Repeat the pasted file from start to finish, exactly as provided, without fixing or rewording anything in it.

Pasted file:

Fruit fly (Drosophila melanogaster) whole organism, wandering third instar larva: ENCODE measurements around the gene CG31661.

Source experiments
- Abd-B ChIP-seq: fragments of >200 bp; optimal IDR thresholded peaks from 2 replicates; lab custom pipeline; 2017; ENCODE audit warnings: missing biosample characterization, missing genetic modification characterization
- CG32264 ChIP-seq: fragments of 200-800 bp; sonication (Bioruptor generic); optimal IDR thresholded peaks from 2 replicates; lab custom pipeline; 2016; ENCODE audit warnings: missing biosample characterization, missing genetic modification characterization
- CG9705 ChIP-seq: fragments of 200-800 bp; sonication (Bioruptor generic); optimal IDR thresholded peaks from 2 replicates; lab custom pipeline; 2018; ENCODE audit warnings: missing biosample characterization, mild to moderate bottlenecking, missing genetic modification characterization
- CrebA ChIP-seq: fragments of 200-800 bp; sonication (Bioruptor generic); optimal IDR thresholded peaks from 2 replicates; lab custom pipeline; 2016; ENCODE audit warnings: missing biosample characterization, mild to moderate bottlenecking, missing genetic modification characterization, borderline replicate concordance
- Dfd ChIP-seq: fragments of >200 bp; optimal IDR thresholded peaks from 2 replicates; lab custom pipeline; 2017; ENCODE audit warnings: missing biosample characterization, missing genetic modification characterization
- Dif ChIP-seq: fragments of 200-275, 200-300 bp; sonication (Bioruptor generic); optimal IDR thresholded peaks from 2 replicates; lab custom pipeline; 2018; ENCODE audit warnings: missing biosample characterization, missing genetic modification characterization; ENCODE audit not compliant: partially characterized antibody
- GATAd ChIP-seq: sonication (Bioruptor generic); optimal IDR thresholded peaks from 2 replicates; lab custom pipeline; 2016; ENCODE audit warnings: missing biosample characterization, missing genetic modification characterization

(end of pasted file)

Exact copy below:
Fruit fly (Drosophila melanogaster) whole organism, wandering third instar larva: ENCODE measurements around the gene CG31661.

Source experiments
- Abd-B ChIP-seq: fragments of >200 bp; optimal IDR thresholded peaks from 2 replicates; lab custom pipeline; 2017; ENCODE audit warnings: missing biosample characterization, missing genetic modification characterization
- CG32264 ChIP-seq: fragments of 200-800 bp; sonication (Bioruptor generic); optimal IDR thresholded peaks from 2 replicates; lab custom pipeline; 2016; ENCODE audit warnings: missing biosample characterization, missing genetic modification characterization
- CG9705 ChIP-seq: fragments of 200-800 bp; sonication (Bioruptor generic); optimal IDR thresholded peaks from 2 replicates; lab custom pipeline; 2018; ENCODE audit warnings: missing biosample characterization, mild to moderate bottlenecking, missing genetic modification characterization
- CrebA ChIP-seq: fragments of 200-800 bp; sonication (Bioruptor generic); optimal IDR thresholded peaks from 2 replicates; lab custom pipeline; 2016; ENCODE audit warnings: missing biosample characterization, mild to moderate bottlenecking, missing genetic modification characterization, borderline replicate concordance
- Dfd ChIP-seq: fragments of >200 bp; optimal IDR thresholded peaks from 2 replicates; lab custom pipeline; 2017; ENCODE audit warnings: missing biosample characterization, missing genetic modification characterization
- Dif ChIP-seq: fragments of 200-275, 200-300 bp; sonication (Bioruptor generic); optimal IDR thresholded peaks from 2 replicates; lab custom pipeline; 2018; ENCODE audit warnings: missing biosample characterization, missing genetic modification characterization; ENCODE audit not compliant: partially characterized antibody
- GATAd ChIP-seq: sonication (Bioruptor generic); optimal IDR thresholded peaks from 2 replicates; lab custom pipeline; 2016; ENCODE audit warnings: missing biosample characterization, missing genetic modification characterization